While we've known about the 935 for a while now – images of the set first leaked back in July – it's only now it's being given an official welcome into the Philips TV range, in the midst of a largely-online week of IFA 2020 announcements and presentations.
The OLED+935 joins the 805, 855 and 865 OLEDs also released by Philips in 2020, but ups the ante with four-sided Ambilight – rather than the three-sided array featured on the other sets – ensuring that color is projected out of the bottom edge of the television as well as the top and sides.
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In terms of sound, the set features 70W 3.1.2 channel speakers from audio specialist Bowers & Wilkins, too, continuing the successful partnership from last year's OLED+934 model.
A press release for the announcement says that, "The OLED+935 features a total of ten drivers in a 3.1.2 specification, including three 19mm titanium-dome tweeters in a forward-firing left, centre, right (LCR) configuration. All three tweeter assemblies are decoupled from the speaker enclosure for superior performance, with the Tweeter-on-Top mounted in its own rigid, chrome metal enclosure and supporting its partnering mid-range driver unit to create a dedicated centre-channel array."
The trend in premium TV speakers seems to be towards verticality, with Philips and Samsung (though its OTS+ system) both putting out flagship sets with tweeters placed higher up in the set's casing.
Ambilight of my life
The OLED+935 comes in three model sizes, with 55-inch and 65-inch iterations launching in September, and a compact 48-inch size coming in October – making the 935 one of very few OLED TVs to feature the new smaller panel measurement, along with the LG CX and Sony A9.
Buyers will also be treated to Philips' excellent P5 AI processor, Perfect Natural Reality upscaling engine, and the latest Android smart TV platform, Android Pie (9.0).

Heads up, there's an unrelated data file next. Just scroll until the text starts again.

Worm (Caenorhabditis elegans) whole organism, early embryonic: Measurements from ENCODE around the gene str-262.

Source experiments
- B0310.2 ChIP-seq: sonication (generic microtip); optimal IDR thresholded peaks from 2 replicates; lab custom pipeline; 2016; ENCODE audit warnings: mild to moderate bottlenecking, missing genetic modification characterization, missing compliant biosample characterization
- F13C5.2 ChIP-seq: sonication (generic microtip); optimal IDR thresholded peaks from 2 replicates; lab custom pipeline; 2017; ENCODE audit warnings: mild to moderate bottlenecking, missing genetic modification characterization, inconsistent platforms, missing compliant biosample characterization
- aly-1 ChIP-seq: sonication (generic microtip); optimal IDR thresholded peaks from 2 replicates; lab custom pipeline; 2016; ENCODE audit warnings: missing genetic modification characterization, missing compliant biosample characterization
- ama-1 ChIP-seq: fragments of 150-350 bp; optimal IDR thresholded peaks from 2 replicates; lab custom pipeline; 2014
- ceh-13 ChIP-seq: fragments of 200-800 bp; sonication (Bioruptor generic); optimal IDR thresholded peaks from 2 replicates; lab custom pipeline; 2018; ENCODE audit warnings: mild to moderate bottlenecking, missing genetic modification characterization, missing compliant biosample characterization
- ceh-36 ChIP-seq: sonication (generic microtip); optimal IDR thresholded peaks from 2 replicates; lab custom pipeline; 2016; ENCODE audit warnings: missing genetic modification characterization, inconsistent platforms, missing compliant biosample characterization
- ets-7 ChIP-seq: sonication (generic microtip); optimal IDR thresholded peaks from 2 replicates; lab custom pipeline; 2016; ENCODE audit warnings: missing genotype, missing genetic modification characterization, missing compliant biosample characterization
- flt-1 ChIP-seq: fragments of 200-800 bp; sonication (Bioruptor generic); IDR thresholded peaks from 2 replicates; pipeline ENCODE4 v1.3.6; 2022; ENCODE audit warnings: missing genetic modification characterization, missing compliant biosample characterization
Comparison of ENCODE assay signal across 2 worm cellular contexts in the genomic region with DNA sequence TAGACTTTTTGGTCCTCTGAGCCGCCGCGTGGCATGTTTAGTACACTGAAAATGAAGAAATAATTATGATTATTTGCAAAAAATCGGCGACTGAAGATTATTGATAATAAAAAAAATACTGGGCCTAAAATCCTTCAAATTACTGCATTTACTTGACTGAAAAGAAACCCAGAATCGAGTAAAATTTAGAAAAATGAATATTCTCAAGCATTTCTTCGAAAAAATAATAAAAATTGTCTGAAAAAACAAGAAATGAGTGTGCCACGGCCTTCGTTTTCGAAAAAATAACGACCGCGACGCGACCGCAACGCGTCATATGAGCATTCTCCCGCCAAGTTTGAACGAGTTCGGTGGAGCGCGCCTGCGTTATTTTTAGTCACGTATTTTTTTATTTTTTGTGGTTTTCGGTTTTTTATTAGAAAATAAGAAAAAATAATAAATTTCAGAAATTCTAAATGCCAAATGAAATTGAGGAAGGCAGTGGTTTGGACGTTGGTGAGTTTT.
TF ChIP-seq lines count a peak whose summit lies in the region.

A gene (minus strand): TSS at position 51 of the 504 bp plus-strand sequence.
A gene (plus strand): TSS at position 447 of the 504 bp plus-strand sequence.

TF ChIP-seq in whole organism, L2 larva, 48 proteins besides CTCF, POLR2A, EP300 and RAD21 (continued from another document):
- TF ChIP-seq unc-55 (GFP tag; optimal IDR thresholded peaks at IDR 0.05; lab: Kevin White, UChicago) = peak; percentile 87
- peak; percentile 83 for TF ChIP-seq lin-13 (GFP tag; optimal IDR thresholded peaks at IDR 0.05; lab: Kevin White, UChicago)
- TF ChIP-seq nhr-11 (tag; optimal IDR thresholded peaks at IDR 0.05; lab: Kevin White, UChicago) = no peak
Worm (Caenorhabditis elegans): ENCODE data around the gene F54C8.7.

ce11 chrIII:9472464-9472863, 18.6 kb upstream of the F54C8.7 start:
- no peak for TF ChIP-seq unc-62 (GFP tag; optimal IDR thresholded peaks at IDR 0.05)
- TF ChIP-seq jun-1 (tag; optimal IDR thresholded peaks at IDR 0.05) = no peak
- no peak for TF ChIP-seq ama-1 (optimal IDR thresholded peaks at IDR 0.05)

Philips made much of the draw of Ambilight in its presentation, with a rep stating it was "doubling down on Ambilight advocacy", and that “While other TV techs comes and goes, the cult of Ambilight just keeps growing”.
The technology first appeared in 2004, with colored lighting tubes controlled by the TV's remote, though it's since evolved into a real-time projection system built into the television's sides, drawing on the hues shown on the screen itself.
IFA 2020 is Europe's biggest tech show (although much smaller this year due to global restrictions), and TechRadar will bring you all the breaking news and first impressions of new TVs, wearables and other devices as they're announced.
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Henry is a freelance technology journalist, and former News & Features Editor for TechRadar, where he specialized in home entertainment gadgets such as TVs, projectors, soundbars, and smart speakers. Other bylines include Edge, T3, iMore, GamesRadar, NBC News, Healthline, and The Times.